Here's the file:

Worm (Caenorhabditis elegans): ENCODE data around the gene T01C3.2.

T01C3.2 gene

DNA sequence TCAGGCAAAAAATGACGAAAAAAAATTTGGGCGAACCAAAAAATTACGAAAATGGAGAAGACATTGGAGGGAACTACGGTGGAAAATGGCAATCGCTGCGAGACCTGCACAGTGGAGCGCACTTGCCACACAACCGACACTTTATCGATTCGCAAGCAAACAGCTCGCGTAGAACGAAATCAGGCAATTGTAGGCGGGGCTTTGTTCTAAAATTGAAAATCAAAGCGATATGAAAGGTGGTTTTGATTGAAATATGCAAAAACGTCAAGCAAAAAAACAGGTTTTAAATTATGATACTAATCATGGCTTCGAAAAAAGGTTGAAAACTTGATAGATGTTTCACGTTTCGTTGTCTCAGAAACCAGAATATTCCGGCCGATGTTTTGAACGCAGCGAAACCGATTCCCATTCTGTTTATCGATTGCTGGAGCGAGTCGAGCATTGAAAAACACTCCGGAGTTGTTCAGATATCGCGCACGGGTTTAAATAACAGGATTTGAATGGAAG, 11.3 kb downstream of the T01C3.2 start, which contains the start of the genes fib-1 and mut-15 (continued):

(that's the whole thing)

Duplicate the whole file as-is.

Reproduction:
Worm (Caenorhabditis elegans): ENCODE data around the gene T01C3.2.

T01C3.2 gene

DNA sequence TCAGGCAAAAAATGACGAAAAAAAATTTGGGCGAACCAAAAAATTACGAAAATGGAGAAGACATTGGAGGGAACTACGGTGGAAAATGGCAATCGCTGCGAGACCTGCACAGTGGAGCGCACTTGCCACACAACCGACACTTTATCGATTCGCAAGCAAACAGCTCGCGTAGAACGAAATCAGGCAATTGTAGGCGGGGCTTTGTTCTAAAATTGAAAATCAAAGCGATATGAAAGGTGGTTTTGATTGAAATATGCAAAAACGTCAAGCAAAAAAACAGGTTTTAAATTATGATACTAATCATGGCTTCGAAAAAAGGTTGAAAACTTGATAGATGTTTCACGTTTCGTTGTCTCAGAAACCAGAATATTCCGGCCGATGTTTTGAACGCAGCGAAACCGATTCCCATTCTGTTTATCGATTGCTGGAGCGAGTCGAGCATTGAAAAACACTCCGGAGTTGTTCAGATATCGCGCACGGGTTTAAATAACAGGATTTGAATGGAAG, 11.3 kb downstream of the T01C3.2 start, which contains the start of the genes fib-1 and mut-15 (continued):